The Adventures of Geraldine Barker
Story and Art: Angie Spice
Dialogue and Historical Advisor: Helen Strickland
MANGA SENSIBILITIES COMBINED WITH AUSTRALIAN FICTIONAL HISTORY…. AND IT WORKS.
Here is an unpopular opinion in 2018: I cannot stand Manga, Anime, or anything similar. I am not sure why this is. Oversized eyes, overdone onomatopoeia, and that weird little teardrop thing that often appears next to upset characters… I just don’t get it. However, I am aware of its popularity and respect it for what it is. Simply put, just because I don’t like something doesn’t make it bad.
When I was given a copy of Courier #0 to review, the first thing that struck me was the art. It was very, very Manga. This stands to reason, creator Angie Spice seems quite fond of the arrt form and its country of origin. This really shows in her work, it is unabashedly Manga in style, right down to the paneling. I found my old prejudices kicking it, and I was taken aback.
But I’ve got a job to do though. I cannot let that stand in the way, old feelings be damned. So I soldiered on.
And I liked it! I guess it was the setting and story that made it seem familiar, and I was able to enjoy myself. Presenting an origin story of sorts, Courier #0 shows the titular character as a young girl, with her Father along for he ride. Set in Hobart in the early 19th century (whilse the main story takes place in the 40s) , Geraldine Barker has an unforgettable encounter with the soon-to-be-extinct Tasmanian Tiger. The story belays the art and paneling, and feels surprisingly genuine, nothing seems out of place or anachronistic. This is certainly due to the involvement of Helen Strickland, who served as writer of dialogue and a historical advisor. It is nice to see a historical advisor given credit, and her contributions to the story are clear. Hobart in 1916 is seen in the opening page, with the transport and architecture giving a realistic vibe. Even the cages at the zoo where the Thylacines are kept seemed like something you’d see in real life. It made the characters, Anime as they are, seem a little out of place. It’s made up for with the simple familiar dialogue and sweet storyline. The paneling can be eclectic at times, but overall it has a nice even flow. Another quality this book shares with Manga is the lack of color. I would say the art is above usual standard, yet I have no real basis for comparison, as I’m not a regular consumer of Manga. It would be fun to see it colored, as the cover really pops. All in all, I am glad I gave it a few reads. Not bad, Spice and Strickland. Not bad at all.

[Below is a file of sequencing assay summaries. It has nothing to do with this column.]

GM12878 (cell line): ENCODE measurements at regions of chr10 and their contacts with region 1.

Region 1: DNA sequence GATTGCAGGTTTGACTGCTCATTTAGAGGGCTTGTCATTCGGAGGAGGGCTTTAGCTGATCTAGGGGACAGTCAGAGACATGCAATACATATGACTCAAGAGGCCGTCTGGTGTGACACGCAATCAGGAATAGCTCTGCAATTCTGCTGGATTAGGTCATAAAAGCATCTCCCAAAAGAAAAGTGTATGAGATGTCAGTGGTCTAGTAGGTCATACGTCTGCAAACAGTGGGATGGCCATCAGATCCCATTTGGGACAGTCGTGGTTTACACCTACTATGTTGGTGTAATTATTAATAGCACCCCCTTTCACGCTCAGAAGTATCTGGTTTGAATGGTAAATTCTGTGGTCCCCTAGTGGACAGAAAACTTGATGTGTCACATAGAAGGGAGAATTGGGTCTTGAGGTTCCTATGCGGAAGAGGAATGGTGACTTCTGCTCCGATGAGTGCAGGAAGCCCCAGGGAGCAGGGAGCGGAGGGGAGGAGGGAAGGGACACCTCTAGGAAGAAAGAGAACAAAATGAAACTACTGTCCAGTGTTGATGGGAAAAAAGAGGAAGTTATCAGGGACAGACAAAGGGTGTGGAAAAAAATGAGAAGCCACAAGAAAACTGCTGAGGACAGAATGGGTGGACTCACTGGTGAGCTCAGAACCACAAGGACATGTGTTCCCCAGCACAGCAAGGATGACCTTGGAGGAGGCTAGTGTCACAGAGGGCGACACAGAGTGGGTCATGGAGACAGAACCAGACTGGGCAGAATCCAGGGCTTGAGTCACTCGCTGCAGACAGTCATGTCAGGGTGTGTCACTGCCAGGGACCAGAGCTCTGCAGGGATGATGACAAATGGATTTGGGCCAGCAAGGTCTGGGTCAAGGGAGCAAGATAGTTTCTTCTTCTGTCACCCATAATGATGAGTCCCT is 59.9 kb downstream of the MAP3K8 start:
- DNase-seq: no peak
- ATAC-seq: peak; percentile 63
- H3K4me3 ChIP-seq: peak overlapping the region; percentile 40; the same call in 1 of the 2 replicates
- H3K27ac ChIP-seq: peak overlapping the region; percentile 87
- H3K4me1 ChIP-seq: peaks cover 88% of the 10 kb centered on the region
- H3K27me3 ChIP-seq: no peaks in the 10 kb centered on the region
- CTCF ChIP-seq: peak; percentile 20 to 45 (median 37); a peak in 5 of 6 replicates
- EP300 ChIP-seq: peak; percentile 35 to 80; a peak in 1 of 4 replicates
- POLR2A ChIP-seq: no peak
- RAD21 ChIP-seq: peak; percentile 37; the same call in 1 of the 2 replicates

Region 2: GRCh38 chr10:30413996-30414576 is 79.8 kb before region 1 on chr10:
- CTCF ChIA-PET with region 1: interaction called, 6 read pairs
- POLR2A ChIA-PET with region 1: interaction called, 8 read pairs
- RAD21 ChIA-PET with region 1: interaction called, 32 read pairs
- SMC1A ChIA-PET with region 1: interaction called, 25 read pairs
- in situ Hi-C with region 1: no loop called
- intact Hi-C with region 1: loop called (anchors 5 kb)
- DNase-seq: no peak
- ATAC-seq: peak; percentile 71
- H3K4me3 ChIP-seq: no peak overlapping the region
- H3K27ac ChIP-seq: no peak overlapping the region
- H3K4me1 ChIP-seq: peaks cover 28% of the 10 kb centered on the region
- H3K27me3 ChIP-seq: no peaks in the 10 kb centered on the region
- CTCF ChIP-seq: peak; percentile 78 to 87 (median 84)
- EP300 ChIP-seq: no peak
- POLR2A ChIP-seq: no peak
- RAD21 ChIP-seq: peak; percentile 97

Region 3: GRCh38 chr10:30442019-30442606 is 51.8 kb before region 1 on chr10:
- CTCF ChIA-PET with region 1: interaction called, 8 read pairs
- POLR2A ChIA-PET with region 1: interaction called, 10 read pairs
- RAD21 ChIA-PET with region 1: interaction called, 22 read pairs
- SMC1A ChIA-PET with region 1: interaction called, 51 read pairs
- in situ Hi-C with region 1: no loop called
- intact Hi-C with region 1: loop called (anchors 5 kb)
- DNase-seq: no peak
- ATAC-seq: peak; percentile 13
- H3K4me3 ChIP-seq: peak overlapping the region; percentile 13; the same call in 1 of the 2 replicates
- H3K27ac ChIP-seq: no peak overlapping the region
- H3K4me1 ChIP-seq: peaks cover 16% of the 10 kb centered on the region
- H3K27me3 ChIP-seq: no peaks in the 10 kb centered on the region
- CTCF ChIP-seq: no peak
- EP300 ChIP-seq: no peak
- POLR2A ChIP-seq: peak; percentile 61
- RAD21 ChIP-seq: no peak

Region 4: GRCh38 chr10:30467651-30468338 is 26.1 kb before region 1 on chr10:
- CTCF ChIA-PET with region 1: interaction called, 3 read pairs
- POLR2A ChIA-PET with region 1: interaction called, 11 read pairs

As famous Tasmanian Chopper Read once said – “You can’t really have an opinion on something unless you’ve tried it.” In the constantly changing world of art, this is especially true. It is also important, however, to regularly keep on trying. Dip your toes into unfamiliar waters every now and then. As the art and culture changes, so too can your opinions. I for one am very glad I tried something ‘Manga-ish’. again. The entire story had a weird combination of goofyness and authenticity that worked very well. Above all, the story had genuine heart. Spices’ love for the medium of Manga is put through a filter of Australiana, and the result is something very special.
Check it out, especially if you are not a fan of Dragon Ball Z. You may find something you like here.